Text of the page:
Great to see UX disciplines applied to geek technology.
"Alex Payne explores the interaction design of APIs, particularly through the lens of the speaker's experience evolving the popular Twitter API. The speaker argues for the notion of a "humane" API", one derived from simplicity, "explorability" and consistency. Alex Payne is API Lead at Twitter, Inc., a communications service used by millions to share short messages."
For many, adding value through content means more 'conversion' (a.k.a. traffic, leads, and sales).
"(...) the purpose of your web content centers on the customer's experience. Just like keyword research attempts to identify what your customers are searching for in your industry, your website can provide the answer to those searches. A smart content strategy begins with understanding what the customer needs rather than what you want to offer them."
Following review recipes (a.k.a. tips, do's and dont's) means you're following algorithms; if you follow anything, let it be heuristics.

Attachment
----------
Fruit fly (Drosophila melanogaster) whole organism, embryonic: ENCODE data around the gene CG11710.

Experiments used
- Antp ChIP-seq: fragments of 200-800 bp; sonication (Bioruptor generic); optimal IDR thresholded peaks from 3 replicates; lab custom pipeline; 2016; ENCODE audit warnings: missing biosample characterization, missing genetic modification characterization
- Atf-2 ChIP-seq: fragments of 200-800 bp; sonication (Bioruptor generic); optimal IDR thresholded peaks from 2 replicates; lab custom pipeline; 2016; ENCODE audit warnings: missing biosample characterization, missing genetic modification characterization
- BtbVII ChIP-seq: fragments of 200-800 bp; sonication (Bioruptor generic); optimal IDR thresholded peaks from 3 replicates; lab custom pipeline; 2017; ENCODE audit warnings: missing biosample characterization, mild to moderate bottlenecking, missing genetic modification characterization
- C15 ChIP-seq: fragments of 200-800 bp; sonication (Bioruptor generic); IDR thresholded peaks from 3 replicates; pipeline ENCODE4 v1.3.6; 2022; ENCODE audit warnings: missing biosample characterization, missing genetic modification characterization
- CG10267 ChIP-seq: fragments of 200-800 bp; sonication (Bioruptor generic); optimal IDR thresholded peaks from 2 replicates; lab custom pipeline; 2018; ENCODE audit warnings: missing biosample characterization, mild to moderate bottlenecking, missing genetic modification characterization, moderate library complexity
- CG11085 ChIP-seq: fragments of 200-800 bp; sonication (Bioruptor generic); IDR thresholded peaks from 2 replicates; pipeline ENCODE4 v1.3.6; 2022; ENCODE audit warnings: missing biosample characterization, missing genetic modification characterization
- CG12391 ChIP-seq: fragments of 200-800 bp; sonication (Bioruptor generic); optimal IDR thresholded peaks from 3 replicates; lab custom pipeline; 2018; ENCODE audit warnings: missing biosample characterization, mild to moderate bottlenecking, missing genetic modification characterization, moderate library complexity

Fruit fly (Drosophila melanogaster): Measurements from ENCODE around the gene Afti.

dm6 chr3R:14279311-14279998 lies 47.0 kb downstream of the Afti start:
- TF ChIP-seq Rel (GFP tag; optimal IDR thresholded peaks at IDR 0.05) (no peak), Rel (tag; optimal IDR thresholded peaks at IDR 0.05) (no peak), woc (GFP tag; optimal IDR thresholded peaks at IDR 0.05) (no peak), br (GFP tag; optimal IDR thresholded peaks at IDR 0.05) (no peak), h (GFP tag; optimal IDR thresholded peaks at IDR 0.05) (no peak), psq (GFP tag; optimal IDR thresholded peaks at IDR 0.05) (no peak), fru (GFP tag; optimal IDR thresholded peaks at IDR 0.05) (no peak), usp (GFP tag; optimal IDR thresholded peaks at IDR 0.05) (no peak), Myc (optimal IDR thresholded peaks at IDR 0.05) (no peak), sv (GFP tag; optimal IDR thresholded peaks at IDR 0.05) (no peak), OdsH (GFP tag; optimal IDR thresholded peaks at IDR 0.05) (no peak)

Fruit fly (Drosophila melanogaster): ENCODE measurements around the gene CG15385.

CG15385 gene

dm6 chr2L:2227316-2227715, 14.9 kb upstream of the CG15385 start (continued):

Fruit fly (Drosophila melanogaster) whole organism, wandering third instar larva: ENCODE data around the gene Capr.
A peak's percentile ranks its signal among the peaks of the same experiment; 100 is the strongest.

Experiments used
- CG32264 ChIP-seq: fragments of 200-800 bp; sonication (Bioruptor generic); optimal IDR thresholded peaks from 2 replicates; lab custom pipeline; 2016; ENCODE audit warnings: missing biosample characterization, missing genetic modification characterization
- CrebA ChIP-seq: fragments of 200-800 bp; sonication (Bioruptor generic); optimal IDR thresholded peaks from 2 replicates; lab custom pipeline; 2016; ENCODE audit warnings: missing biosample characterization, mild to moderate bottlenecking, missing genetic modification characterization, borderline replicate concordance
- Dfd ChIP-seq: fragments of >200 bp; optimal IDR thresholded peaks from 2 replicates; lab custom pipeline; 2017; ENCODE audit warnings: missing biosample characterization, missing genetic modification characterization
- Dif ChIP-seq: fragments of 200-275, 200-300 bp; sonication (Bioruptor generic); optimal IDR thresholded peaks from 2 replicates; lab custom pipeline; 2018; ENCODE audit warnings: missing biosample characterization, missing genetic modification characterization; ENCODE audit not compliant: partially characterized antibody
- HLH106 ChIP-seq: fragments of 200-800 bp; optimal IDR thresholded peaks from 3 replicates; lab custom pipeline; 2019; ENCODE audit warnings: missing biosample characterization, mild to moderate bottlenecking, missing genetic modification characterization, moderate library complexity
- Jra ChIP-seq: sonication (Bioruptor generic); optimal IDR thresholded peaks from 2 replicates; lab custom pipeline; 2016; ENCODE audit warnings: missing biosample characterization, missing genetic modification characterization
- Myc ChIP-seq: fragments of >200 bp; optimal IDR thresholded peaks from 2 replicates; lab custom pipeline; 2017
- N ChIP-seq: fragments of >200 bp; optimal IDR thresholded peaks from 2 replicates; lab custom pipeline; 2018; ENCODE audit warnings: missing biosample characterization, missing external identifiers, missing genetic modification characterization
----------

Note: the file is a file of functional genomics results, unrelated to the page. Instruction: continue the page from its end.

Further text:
"When properly carried out, usability reviews are a very efficient way of finding the usability bloopers in an interface. But there are four common mistakes made by novice reviewers: failing to take the user's perspective; using only a single reviewer, rather than collating the results from a team; using a generic set of usability principles rather than technology-specific guidelines; and lacking the experience to judge which problems are important."
(David Travis a.k.a. @userfocus)
Wandering through the structured space with information (a.k.a. the Library) has its UX too, made by librarians.
"It worries me that librarians still seem to think that the problem facing librarianship is that people aren't visiting the librarians at the library. I haven't read a really great world altering story anywhere about how a library has suddenly implemented a new program to get all the students rushing in to talk to the librarians, and basing future experience on past, I have to say no such program is about to fly in through the window to save the profession."
So, there is much more involved with the languages of the Web than meets the eye.
"As use of mobile devices continues to skyrocket across the globe, we're seeing more ways to tackle the challenge of creating great Web experiences across multiple devices. But which approach is right for any given project? In an effort to help answer that question, I've compiled the reasons we opted to use a dual (separate mobile and desktop) template system to build our start-up."